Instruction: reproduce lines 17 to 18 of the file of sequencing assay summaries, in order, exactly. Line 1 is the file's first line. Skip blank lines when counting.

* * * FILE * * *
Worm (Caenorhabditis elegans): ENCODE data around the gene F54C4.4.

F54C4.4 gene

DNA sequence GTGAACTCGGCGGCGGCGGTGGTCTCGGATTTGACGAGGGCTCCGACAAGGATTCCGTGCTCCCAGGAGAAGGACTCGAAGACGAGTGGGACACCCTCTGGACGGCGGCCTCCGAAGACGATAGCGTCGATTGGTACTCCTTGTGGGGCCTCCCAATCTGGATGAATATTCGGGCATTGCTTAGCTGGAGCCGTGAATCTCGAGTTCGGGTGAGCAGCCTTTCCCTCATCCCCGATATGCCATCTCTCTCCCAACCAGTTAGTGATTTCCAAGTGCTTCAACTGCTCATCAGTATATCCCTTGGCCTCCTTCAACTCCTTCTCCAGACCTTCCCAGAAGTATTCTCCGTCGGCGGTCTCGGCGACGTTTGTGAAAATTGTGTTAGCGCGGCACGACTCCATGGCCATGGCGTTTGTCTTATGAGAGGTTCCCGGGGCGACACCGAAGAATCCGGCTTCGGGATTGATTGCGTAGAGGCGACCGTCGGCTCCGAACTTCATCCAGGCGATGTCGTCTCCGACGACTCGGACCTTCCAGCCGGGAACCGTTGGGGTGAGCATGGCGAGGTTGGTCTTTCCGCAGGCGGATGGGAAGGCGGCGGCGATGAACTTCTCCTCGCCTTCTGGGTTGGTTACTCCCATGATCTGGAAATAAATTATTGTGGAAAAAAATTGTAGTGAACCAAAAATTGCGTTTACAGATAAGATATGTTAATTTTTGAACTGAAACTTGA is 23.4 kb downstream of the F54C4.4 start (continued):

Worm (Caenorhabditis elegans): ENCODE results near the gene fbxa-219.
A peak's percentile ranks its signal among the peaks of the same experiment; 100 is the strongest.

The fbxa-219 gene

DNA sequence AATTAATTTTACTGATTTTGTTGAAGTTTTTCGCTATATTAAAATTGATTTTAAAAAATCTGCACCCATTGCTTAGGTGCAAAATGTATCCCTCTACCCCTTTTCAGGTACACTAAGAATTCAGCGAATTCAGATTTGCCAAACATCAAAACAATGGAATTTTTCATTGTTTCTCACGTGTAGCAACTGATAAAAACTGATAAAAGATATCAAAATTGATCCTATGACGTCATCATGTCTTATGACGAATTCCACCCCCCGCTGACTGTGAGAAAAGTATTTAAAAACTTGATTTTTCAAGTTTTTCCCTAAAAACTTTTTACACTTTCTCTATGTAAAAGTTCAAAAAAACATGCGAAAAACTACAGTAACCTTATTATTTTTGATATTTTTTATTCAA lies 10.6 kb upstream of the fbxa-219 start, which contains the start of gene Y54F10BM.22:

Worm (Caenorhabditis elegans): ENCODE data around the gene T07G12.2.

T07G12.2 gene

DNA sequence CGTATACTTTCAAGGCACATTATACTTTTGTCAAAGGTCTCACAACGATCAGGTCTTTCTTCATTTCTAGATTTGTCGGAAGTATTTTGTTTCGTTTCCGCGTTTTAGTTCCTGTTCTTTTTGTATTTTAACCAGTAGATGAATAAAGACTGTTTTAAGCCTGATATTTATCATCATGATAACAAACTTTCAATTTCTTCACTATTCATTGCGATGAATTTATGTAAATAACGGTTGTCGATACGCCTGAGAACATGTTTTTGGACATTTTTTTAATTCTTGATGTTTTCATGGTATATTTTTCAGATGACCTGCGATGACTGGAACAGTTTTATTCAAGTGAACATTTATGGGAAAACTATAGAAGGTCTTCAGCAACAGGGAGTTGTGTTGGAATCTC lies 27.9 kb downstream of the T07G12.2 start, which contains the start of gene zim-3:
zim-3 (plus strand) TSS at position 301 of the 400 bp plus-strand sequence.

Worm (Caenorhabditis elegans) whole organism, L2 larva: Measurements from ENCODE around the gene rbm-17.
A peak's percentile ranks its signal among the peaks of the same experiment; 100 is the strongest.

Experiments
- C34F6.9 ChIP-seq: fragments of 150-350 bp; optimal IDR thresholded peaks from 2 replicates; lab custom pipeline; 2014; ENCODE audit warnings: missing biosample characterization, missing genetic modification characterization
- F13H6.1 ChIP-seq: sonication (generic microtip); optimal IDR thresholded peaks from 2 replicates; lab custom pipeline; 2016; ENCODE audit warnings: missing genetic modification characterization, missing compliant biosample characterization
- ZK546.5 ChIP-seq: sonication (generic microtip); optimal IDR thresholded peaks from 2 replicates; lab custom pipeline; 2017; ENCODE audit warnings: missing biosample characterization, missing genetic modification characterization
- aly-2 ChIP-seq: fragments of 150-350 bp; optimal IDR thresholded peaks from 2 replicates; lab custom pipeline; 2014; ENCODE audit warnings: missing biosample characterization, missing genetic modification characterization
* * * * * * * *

- ZK546.5 ChIP-seq: sonication (generic microtip); optimal IDR thresholded peaks from 2 replicates; lab custom pipeline; 2017; ENCODE audit warnings: missing biosample characterization, missing genetic modification characterization
- aly-2 ChIP-seq: fragments of 150-350 bp; optimal IDR thresholded peaks from 2 replicates; lab custom pipeline; 2014; ENCODE audit warnings: missing biosample characterization, missing genetic modification characterization